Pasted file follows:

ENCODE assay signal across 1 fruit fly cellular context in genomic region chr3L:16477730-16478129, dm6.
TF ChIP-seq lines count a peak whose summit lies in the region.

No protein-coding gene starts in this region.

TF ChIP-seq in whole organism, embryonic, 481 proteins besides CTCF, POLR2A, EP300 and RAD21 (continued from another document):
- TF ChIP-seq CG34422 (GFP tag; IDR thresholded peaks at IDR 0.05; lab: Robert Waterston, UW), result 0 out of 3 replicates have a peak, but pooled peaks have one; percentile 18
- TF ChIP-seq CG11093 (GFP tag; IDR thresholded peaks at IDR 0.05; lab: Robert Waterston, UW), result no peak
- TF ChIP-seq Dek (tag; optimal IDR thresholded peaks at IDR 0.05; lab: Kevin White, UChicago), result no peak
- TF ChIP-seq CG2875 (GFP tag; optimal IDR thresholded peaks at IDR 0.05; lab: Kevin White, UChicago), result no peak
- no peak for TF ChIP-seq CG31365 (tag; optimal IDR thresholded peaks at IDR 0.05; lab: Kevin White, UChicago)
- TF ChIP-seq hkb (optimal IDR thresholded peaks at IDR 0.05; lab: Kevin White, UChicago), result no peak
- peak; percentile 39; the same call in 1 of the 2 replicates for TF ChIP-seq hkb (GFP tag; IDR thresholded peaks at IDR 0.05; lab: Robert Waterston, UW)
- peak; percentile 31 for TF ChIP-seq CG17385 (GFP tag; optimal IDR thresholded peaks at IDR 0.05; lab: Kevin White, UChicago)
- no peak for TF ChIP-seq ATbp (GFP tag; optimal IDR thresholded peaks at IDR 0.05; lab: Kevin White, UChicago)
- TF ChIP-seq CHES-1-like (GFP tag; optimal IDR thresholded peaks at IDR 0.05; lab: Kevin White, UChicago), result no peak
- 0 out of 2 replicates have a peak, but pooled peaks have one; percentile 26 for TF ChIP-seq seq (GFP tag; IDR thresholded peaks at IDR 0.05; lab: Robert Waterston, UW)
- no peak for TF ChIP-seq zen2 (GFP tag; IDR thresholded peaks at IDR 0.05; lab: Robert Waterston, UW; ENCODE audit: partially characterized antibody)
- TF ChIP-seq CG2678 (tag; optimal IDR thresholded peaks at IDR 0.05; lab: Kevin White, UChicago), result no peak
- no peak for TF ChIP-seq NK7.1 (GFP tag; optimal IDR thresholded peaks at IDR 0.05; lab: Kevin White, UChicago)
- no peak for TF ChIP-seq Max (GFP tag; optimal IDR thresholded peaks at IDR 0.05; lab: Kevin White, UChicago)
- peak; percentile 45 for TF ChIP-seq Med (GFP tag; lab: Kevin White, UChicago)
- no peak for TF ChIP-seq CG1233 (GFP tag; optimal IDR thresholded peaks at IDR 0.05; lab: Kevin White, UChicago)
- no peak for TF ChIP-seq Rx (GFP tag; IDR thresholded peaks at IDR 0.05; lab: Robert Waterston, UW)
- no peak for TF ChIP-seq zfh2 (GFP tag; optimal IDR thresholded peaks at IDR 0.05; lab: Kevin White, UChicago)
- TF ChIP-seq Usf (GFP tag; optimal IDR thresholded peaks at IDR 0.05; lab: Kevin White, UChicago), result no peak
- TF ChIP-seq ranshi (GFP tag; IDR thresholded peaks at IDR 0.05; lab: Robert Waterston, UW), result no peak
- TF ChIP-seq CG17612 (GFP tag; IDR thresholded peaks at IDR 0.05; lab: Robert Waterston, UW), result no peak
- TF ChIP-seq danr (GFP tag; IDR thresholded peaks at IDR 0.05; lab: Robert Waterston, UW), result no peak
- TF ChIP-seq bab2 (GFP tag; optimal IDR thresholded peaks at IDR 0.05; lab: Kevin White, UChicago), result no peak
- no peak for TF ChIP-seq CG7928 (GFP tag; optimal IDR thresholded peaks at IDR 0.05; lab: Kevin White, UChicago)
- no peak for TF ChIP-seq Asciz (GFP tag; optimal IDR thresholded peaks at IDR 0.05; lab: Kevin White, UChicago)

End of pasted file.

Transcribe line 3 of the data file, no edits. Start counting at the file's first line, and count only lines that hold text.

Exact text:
No protein-coding gene starts in this region.